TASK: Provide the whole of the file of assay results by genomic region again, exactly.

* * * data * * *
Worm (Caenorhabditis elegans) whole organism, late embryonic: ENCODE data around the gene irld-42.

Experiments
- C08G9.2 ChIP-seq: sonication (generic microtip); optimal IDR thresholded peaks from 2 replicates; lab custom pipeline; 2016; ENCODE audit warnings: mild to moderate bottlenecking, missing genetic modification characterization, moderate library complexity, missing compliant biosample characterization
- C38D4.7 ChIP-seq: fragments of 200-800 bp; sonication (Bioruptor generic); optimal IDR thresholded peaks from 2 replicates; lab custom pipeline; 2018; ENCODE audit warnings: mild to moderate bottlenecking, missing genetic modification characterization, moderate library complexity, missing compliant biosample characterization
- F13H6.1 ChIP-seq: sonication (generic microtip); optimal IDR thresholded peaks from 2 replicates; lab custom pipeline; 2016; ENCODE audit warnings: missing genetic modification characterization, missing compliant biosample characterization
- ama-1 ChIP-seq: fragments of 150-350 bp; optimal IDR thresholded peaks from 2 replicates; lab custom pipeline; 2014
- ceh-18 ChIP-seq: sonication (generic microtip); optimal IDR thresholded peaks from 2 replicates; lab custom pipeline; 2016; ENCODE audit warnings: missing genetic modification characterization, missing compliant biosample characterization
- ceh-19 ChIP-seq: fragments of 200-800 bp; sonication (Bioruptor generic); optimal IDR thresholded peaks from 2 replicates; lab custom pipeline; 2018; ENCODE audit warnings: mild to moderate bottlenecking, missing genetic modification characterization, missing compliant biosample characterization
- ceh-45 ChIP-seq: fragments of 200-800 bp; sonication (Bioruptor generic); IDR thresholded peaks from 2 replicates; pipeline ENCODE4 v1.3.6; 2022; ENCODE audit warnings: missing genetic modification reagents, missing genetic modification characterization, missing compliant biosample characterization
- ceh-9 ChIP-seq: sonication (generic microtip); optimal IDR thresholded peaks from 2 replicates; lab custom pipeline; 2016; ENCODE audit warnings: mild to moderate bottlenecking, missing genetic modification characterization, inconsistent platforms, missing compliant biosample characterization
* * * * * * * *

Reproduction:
Worm (Caenorhabditis elegans) whole organism, late embryonic: ENCODE data around the gene irld-42.

Experiments
- C08G9.2 ChIP-seq: sonication (generic microtip); optimal IDR thresholded peaks from 2 replicates; lab custom pipeline; 2016; ENCODE audit warnings: mild to moderate bottlenecking, missing genetic modification characterization, moderate library complexity, missing compliant biosample characterization
- C38D4.7 ChIP-seq: fragments of 200-800 bp; sonication (Bioruptor generic); optimal IDR thresholded peaks from 2 replicates; lab custom pipeline; 2018; ENCODE audit warnings: mild to moderate bottlenecking, missing genetic modification characterization, moderate library complexity, missing compliant biosample characterization
- F13H6.1 ChIP-seq: sonication (generic microtip); optimal IDR thresholded peaks from 2 replicates; lab custom pipeline; 2016; ENCODE audit warnings: missing genetic modification characterization, missing compliant biosample characterization
- ama-1 ChIP-seq: fragments of 150-350 bp; optimal IDR thresholded peaks from 2 replicates; lab custom pipeline; 2014
- ceh-18 ChIP-seq: sonication (generic microtip); optimal IDR thresholded peaks from 2 replicates; lab custom pipeline; 2016; ENCODE audit warnings: missing genetic modification characterization, missing compliant biosample characterization
- ceh-19 ChIP-seq: fragments of 200-800 bp; sonication (Bioruptor generic); optimal IDR thresholded peaks from 2 replicates; lab custom pipeline; 2018; ENCODE audit warnings: mild to moderate bottlenecking, missing genetic modification characterization, missing compliant biosample characterization
- ceh-45 ChIP-seq: fragments of 200-800 bp; sonication (Bioruptor generic); IDR thresholded peaks from 2 replicates; pipeline ENCODE4 v1.3.6; 2022; ENCODE audit warnings: missing genetic modification reagents, missing genetic modification characterization, missing compliant biosample characterization
- ceh-9 ChIP-seq: sonication (generic microtip); optimal IDR thresholded peaks from 2 replicates; lab custom pipeline; 2016; ENCODE audit warnings: mild to moderate bottlenecking, missing genetic modification characterization, inconsistent platforms, missing compliant biosample characterization